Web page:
Plaintiff seeks a declaration of the parties' rights under the Declaratory Judgment Act, 28 U.S.C. §§ 2201-02. That Act provides: "In a case of actual controversy within its jurisdiction, . . . any court of the United States . . . may declare the rights and other legal relations of any interested party seeking such declaration[.]" 28 U.S.C. § 2201(a). The Declaratory Judgment Act confers on federal courts "unique and substantial discretion in deciding whether to declare the rights of litigants." Wilton v. Seven Falls Co., 515 U.S. 277, 286 (1995); see also Am. Int'l Specialty Lines Ins. Co. v. Remtech, Inc., No. 3:11-cv-93-AA, 2011 WL 13254507, at *1 (D. Or. Aug. 15, 2011) ("[D]istrict courts may exercise their discretion to resolve matters of insurance coverage in declaratory actions.").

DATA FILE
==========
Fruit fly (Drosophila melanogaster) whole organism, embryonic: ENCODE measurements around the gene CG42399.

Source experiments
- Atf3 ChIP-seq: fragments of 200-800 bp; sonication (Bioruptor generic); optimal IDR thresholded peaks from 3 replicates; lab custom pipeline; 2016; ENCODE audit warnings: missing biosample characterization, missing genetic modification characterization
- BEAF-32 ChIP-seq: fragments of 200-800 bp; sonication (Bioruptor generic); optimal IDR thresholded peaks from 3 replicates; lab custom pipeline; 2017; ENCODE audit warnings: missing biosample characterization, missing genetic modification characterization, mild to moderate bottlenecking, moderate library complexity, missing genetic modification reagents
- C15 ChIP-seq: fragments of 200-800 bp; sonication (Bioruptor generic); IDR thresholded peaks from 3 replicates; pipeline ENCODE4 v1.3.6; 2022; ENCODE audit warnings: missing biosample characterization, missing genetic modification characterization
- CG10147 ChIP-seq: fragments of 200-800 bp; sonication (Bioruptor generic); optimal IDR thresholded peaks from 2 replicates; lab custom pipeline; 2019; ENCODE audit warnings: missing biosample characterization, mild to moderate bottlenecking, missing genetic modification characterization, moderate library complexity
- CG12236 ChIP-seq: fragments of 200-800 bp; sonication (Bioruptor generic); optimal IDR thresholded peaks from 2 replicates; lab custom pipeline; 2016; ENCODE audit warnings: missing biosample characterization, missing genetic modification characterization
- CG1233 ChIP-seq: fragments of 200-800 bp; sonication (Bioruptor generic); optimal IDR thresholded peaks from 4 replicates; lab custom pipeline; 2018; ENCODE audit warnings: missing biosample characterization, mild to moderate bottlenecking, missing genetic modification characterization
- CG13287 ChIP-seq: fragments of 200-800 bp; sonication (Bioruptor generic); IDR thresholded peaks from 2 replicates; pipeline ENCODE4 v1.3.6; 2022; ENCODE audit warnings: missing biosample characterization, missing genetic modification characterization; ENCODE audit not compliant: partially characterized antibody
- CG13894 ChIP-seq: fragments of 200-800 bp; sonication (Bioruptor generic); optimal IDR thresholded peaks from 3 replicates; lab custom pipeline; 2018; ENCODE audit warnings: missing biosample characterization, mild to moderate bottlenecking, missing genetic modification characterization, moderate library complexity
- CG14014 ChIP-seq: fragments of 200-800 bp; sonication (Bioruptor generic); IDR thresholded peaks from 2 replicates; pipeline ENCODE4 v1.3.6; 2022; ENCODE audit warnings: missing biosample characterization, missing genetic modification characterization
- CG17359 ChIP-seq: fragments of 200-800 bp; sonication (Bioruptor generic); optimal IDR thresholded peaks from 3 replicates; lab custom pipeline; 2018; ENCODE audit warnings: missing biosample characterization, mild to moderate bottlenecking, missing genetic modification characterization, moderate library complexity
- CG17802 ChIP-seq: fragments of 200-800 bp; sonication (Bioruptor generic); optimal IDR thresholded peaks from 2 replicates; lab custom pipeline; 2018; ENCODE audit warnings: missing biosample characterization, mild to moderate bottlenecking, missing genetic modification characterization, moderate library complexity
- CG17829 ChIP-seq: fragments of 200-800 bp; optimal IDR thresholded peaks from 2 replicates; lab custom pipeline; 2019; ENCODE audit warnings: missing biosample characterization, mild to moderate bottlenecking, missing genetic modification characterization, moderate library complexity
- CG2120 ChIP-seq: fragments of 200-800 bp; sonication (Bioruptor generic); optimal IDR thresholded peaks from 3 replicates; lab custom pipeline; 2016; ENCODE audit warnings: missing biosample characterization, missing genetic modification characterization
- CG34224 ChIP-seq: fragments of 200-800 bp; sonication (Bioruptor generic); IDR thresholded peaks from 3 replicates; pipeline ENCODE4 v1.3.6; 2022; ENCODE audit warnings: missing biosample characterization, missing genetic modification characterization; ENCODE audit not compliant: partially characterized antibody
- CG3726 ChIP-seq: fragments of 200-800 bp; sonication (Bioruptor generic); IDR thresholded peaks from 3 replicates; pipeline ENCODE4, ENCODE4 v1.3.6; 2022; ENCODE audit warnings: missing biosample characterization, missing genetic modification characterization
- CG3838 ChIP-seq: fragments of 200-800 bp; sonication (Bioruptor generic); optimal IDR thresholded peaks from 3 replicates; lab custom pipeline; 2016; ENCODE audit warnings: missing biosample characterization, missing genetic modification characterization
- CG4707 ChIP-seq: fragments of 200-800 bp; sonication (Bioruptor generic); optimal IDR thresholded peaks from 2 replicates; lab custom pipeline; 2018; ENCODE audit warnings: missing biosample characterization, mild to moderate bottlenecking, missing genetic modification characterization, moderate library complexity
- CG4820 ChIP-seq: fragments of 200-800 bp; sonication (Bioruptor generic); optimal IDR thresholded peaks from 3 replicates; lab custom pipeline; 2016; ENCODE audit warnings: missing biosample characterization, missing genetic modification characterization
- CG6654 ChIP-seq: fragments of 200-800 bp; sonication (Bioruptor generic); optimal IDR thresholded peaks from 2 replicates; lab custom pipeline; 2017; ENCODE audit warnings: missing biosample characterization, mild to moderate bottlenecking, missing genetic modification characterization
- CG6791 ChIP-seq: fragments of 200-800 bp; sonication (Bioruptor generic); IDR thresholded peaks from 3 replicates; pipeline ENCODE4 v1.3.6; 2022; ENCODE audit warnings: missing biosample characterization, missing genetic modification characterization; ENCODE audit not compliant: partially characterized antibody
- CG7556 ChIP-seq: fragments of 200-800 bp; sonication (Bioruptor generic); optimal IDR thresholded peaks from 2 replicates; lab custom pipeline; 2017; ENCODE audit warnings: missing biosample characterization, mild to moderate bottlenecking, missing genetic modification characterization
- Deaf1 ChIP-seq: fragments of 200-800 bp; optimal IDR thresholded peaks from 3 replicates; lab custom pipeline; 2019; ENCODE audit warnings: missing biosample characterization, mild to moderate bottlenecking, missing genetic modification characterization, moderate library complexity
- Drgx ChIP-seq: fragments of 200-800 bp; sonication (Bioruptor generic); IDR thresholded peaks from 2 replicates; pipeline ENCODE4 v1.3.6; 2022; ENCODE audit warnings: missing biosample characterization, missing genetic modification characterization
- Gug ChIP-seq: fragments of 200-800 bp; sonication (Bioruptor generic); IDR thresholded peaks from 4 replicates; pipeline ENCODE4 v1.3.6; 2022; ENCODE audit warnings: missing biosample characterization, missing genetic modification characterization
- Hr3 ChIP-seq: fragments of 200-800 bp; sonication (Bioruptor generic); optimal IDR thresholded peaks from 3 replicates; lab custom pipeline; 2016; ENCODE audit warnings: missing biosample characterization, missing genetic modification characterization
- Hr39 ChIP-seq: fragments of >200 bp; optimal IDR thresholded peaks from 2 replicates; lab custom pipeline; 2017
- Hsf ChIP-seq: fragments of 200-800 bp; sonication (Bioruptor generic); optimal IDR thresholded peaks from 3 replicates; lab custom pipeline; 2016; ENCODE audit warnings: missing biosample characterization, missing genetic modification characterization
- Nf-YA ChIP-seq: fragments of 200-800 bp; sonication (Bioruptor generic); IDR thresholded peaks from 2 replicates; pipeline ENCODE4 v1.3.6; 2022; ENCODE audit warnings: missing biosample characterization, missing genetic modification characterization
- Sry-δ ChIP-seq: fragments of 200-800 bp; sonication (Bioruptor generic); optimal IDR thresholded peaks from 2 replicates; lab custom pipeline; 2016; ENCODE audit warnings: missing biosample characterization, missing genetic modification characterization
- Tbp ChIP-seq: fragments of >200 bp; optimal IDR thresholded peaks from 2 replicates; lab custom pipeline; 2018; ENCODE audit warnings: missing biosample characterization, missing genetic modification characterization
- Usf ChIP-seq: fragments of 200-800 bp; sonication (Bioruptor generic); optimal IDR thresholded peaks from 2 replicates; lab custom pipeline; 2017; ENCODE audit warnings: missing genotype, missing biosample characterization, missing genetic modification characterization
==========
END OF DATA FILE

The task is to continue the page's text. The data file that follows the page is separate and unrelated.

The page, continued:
The "actual controversy" requirement is satisfied where the plaintiff alleges facts showing a substantial controversy between parties with adverse legal interests that is sufficiently immediate to warrant the issuance of declaratory relief. Md. Cas. Co. v. Pac. Coal & Oil Co., 312 U.S. 270, 273 (1941). Generally, a case or controversy is found when an insurer brings a declaratory judgment action against its insured regarding the insurer's duty to defend and indemnify. See, e.g., Am. States Ins. Co. v. Kearns, 15 F.3d 142, 144 (9th Cir. 1994). Statutory jurisdictional requirements are also met in this case because there is complete diversity between the parties and the amount in controversy is more than $75, 000. Gov't Emps. Ins. Co. v. Dizol, 133 F.3d 1220, 1222-23 (9th Cir. 1988) (en banc) (lawsuits seeking federal declaratory relief "must first present an actual case or controversy within the meaning of Article III, section 2 of the United States Constitution" and "must also fulfill statutory jurisdictional prerequisites"); 28 U.S.C. § 1332(a).